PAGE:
the iconography of the church in modernist american art
by douglas Messerli
I am no art historian, so I will not pretend to speak of how European art depicted churches. I would imagine, however, given their many grand cathedrals that art history might record that their primary images concerned these very marvelous constructions. Certainly we can see that continuation, for example, in German-American artist Lyonel Feininger. Although Feininger grew up in New York City, he moved to Berlin in 1888, and painted and drew many works depicting the grand religious constructions of the city and elsewhere, returning to the US with the rise of the Nazis.
Grandma Moses Marsden Hartley Edward Hopper
Charles Demuth Georgia O’Keefe Stuart Davis
Yet it was the Southern photographers who perfectly captured the strangeness of that iconic image, the isolated churches, built in the most rudimentary style and with the simplest of materials. These churches, far from the more standard New England and Midwestern temples of worship, were notably created by primitive architects with little means but great inspiration. Beginning with Walker Evans (1903-1975) and William Eggleston (b. 1939), that tradition has continued in the numerous church photographs and, later, sculptures of William Christenberry (b. 1936).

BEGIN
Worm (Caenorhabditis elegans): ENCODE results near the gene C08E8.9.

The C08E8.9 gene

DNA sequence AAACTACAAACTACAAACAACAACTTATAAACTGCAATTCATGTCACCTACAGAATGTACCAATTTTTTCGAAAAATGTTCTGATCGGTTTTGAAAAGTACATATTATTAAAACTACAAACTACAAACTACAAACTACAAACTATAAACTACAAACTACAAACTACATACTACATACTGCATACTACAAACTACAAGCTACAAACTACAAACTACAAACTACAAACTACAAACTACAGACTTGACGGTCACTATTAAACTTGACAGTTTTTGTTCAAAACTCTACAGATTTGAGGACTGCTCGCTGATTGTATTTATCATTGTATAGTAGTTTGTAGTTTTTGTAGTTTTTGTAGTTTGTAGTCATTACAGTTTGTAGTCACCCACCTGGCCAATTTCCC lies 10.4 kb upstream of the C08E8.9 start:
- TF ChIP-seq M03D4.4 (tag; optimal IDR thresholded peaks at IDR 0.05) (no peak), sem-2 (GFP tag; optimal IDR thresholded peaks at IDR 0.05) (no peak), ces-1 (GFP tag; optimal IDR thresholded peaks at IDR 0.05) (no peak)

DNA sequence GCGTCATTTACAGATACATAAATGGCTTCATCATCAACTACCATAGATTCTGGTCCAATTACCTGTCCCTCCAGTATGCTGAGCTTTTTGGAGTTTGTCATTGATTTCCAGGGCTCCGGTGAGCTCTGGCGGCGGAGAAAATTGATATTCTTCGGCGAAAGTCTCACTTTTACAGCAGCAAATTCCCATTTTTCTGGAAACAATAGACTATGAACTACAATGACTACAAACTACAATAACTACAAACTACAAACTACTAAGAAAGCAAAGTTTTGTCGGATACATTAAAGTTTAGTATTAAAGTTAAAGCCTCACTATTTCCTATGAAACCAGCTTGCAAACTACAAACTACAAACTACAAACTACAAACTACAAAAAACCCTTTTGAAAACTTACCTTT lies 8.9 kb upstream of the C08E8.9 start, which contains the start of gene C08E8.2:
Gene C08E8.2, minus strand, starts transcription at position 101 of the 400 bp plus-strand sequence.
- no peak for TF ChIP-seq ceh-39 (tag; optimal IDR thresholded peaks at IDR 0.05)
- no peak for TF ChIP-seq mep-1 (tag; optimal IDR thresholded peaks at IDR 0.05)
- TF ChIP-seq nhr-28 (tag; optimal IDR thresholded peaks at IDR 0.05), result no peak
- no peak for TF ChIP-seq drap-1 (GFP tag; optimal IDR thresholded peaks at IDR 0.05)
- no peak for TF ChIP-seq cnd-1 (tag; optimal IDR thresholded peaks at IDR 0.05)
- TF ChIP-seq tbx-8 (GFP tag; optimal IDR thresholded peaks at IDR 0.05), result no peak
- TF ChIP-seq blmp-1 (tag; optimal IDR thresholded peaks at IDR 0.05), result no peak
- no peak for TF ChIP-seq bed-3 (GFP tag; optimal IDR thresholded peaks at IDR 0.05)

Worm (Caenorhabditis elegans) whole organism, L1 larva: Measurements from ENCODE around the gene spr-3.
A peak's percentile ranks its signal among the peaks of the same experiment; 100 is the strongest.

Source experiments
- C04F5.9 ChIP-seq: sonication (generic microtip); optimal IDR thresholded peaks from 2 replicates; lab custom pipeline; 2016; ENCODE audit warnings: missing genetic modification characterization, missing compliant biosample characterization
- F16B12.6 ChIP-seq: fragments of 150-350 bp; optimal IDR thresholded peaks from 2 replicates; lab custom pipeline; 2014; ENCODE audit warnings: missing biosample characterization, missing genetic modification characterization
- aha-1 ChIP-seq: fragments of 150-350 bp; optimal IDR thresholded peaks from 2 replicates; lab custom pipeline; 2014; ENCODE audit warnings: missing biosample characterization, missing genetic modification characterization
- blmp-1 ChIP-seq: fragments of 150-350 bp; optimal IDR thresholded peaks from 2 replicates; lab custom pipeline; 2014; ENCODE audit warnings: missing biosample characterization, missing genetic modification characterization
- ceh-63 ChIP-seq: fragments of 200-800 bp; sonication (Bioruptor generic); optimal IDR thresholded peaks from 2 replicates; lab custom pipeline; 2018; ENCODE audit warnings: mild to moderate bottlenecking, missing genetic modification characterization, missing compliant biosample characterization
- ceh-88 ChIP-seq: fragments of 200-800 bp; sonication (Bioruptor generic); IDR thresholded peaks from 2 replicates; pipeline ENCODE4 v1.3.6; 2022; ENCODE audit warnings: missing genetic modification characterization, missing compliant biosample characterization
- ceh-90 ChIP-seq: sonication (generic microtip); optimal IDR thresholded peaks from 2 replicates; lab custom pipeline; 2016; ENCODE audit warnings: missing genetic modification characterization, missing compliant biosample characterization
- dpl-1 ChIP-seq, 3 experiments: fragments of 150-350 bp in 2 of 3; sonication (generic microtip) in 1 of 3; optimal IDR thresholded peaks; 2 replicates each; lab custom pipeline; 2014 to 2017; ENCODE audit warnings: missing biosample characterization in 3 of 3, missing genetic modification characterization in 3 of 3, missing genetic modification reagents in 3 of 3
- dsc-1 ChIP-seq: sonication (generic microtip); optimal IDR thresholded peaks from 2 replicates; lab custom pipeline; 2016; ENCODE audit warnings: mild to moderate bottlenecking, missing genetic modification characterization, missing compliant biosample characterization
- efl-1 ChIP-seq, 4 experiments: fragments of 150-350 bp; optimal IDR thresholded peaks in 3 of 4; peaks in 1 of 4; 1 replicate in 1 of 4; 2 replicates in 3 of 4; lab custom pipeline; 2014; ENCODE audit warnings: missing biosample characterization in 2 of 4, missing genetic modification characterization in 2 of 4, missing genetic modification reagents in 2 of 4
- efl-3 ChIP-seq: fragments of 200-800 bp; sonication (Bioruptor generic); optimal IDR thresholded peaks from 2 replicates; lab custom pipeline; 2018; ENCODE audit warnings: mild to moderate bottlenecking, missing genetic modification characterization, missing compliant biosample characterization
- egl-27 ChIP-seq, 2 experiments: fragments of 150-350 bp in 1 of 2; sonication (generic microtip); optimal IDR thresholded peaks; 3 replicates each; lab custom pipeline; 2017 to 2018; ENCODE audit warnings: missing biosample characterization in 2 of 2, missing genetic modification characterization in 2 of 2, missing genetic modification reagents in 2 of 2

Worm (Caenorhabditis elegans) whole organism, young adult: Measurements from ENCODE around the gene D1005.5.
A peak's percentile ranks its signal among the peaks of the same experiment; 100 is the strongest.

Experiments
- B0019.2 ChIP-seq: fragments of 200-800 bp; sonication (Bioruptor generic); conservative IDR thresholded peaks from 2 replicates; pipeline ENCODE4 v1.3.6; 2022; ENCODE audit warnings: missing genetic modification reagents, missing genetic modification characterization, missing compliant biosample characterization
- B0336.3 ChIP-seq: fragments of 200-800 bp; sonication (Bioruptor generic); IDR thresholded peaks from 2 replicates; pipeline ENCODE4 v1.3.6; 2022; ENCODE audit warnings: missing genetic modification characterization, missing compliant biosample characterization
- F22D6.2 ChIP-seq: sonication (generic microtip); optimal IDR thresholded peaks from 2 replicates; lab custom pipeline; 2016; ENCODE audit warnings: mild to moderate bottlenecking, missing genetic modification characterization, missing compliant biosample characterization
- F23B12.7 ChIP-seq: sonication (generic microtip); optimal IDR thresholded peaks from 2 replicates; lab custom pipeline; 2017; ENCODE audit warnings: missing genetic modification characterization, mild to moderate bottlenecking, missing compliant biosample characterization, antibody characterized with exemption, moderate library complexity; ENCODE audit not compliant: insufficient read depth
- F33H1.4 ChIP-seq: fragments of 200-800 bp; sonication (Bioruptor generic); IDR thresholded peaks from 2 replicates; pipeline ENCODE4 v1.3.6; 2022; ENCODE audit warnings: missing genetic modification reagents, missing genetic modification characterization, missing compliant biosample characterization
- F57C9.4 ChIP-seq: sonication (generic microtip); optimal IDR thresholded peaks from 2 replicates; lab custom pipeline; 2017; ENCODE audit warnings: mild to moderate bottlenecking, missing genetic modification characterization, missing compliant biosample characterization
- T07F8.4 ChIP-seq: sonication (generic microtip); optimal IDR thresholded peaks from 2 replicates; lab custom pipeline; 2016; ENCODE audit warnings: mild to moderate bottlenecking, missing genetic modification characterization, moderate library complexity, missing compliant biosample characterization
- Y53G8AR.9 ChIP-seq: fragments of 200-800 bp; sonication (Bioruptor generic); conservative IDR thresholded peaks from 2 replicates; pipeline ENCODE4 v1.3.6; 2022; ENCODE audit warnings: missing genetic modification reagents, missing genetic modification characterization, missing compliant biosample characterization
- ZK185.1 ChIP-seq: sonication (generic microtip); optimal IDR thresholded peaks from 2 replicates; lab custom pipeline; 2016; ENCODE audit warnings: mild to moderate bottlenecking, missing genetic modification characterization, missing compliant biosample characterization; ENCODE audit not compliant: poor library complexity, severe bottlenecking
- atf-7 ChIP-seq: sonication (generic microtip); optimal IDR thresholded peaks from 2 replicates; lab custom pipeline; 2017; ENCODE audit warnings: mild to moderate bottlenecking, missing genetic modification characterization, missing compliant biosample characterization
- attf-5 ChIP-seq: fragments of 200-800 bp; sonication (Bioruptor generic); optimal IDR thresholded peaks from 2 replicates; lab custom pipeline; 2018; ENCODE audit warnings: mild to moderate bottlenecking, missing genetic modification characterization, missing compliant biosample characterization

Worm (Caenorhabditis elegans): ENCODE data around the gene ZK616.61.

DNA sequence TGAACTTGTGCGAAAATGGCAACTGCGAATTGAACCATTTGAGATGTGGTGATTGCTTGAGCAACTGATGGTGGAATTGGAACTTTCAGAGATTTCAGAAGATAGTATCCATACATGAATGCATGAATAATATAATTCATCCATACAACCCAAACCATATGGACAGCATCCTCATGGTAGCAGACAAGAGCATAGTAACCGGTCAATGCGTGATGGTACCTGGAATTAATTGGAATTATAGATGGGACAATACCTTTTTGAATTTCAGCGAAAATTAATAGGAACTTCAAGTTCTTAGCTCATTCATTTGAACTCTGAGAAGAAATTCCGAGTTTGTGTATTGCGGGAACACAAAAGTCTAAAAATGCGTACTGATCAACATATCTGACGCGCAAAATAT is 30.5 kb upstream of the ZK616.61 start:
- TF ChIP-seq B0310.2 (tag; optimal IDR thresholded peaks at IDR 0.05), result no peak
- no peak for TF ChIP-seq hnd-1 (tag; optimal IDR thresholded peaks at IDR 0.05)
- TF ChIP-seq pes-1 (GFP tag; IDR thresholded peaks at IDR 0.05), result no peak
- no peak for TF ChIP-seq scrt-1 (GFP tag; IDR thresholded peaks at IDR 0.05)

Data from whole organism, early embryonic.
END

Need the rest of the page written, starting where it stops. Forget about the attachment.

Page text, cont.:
Paul Strand Walker Evans William Christenberry
Eggleston and black artists such as Jacob Lawrence, meanwhile, took us inside those little churches, revealing the fervor of the worshipers.
Paul Strand, St. Francis Church. Ranco de Taos, 1931